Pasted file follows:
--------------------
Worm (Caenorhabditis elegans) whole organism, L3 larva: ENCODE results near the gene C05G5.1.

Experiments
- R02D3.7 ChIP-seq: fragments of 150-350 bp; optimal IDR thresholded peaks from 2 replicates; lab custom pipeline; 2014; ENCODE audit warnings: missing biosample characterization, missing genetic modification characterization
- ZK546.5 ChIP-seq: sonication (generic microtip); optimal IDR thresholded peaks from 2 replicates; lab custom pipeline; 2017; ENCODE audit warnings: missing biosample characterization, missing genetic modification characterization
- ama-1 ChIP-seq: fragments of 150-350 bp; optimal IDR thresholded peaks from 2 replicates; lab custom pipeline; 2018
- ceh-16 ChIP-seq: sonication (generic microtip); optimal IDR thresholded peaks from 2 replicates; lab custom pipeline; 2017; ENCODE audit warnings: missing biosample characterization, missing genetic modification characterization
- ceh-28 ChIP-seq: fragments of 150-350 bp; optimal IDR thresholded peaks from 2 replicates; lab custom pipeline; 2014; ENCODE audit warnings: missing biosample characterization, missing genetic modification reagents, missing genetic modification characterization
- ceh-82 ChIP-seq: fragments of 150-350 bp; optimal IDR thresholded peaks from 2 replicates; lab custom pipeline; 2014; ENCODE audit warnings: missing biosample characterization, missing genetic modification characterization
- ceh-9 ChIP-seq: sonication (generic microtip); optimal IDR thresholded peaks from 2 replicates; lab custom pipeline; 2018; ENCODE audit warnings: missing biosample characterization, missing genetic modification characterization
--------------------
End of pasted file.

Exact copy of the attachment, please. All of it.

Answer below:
Worm (Caenorhabditis elegans) whole organism, L3 larva: ENCODE results near the gene C05G5.1.

Experiments
- R02D3.7 ChIP-seq: fragments of 150-350 bp; optimal IDR thresholded peaks from 2 replicates; lab custom pipeline; 2014; ENCODE audit warnings: missing biosample characterization, missing genetic modification characterization
- ZK546.5 ChIP-seq: sonication (generic microtip); optimal IDR thresholded peaks from 2 replicates; lab custom pipeline; 2017; ENCODE audit warnings: missing biosample characterization, missing genetic modification characterization
- ama-1 ChIP-seq: fragments of 150-350 bp; optimal IDR thresholded peaks from 2 replicates; lab custom pipeline; 2018
- ceh-16 ChIP-seq: sonication (generic microtip); optimal IDR thresholded peaks from 2 replicates; lab custom pipeline; 2017; ENCODE audit warnings: missing biosample characterization, missing genetic modification characterization
- ceh-28 ChIP-seq: fragments of 150-350 bp; optimal IDR thresholded peaks from 2 replicates; lab custom pipeline; 2014; ENCODE audit warnings: missing biosample characterization, missing genetic modification reagents, missing genetic modification characterization
- ceh-82 ChIP-seq: fragments of 150-350 bp; optimal IDR thresholded peaks from 2 replicates; lab custom pipeline; 2014; ENCODE audit warnings: missing biosample characterization, missing genetic modification characterization
- ceh-9 ChIP-seq: sonication (generic microtip); optimal IDR thresholded peaks from 2 replicates; lab custom pipeline; 2018; ENCODE audit warnings: missing biosample characterization, missing genetic modification characterization